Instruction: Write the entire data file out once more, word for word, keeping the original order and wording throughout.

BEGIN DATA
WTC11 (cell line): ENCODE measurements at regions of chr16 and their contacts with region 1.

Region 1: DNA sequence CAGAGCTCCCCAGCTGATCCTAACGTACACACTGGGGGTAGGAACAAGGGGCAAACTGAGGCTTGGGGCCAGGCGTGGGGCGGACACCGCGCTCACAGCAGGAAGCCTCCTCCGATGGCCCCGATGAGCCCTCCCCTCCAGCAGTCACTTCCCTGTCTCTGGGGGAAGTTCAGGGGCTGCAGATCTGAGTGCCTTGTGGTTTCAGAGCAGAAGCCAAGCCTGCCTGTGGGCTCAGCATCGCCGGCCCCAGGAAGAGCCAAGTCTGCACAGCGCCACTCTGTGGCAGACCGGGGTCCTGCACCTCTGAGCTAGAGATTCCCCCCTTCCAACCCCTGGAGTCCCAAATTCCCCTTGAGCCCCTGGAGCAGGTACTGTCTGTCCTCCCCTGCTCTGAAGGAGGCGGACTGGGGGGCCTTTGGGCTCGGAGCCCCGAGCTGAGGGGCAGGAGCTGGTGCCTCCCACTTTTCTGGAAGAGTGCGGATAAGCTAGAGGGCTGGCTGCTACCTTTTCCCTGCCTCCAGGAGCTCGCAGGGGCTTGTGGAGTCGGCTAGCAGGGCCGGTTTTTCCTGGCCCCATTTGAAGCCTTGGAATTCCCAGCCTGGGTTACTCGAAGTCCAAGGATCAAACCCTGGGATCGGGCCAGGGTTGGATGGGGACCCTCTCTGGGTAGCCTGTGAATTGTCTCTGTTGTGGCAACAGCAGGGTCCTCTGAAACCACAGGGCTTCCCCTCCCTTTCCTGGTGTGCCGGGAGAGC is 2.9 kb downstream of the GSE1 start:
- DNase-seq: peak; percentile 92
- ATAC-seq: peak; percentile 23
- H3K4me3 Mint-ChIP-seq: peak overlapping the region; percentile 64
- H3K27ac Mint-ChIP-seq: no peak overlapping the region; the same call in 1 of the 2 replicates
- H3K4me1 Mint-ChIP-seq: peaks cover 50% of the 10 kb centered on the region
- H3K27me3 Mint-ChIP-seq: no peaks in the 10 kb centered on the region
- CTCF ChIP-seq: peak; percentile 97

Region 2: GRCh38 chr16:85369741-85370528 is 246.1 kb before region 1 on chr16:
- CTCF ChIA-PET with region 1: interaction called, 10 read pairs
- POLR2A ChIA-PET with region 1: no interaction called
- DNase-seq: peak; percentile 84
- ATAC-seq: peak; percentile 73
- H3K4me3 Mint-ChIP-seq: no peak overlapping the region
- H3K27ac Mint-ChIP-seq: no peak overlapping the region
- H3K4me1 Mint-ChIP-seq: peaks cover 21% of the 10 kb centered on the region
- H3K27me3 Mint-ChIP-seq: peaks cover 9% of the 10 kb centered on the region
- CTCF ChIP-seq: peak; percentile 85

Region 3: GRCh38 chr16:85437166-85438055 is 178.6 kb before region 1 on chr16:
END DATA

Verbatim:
WTC11 (cell line): ENCODE measurements at regions of chr16 and their contacts with region 1.

Region 1: DNA sequence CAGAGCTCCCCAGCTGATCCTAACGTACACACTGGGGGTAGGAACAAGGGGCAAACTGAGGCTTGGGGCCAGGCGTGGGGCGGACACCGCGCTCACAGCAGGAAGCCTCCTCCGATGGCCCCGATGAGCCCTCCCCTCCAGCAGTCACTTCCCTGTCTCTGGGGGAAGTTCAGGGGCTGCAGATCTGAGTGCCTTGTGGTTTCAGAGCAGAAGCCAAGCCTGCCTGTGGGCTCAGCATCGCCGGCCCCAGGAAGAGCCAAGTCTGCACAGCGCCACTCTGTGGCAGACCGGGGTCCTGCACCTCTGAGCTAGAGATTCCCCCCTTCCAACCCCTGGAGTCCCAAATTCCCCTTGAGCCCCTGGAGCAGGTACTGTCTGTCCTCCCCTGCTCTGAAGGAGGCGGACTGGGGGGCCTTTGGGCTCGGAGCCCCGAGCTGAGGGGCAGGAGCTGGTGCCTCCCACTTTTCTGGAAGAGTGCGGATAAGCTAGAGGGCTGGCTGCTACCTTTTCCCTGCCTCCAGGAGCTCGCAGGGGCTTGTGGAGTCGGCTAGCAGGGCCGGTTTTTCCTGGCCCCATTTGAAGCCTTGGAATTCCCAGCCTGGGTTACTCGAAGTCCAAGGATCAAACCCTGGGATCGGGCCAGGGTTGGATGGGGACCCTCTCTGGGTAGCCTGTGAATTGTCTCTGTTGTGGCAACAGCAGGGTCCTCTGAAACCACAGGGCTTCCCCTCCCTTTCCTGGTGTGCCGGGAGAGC is 2.9 kb downstream of the GSE1 start:
- DNase-seq: peak; percentile 92
- ATAC-seq: peak; percentile 23
- H3K4me3 Mint-ChIP-seq: peak overlapping the region; percentile 64
- H3K27ac Mint-ChIP-seq: no peak overlapping the region; the same call in 1 of the 2 replicates
- H3K4me1 Mint-ChIP-seq: peaks cover 50% of the 10 kb centered on the region
- H3K27me3 Mint-ChIP-seq: no peaks in the 10 kb centered on the region
- CTCF ChIP-seq: peak; percentile 97

Region 2: GRCh38 chr16:85369741-85370528 is 246.1 kb before region 1 on chr16:
- CTCF ChIA-PET with region 1: interaction called, 10 read pairs
- POLR2A ChIA-PET with region 1: no interaction called
- DNase-seq: peak; percentile 84
- ATAC-seq: peak; percentile 73
- H3K4me3 Mint-ChIP-seq: no peak overlapping the region
- H3K27ac Mint-ChIP-seq: no peak overlapping the region
- H3K4me1 Mint-ChIP-seq: peaks cover 21% of the 10 kb centered on the region
- H3K27me3 Mint-ChIP-seq: peaks cover 9% of the 10 kb centered on the region
- CTCF ChIP-seq: peak; percentile 85

Region 3: GRCh38 chr16:85437166-85438055 is 178.6 kb before region 1 on chr16: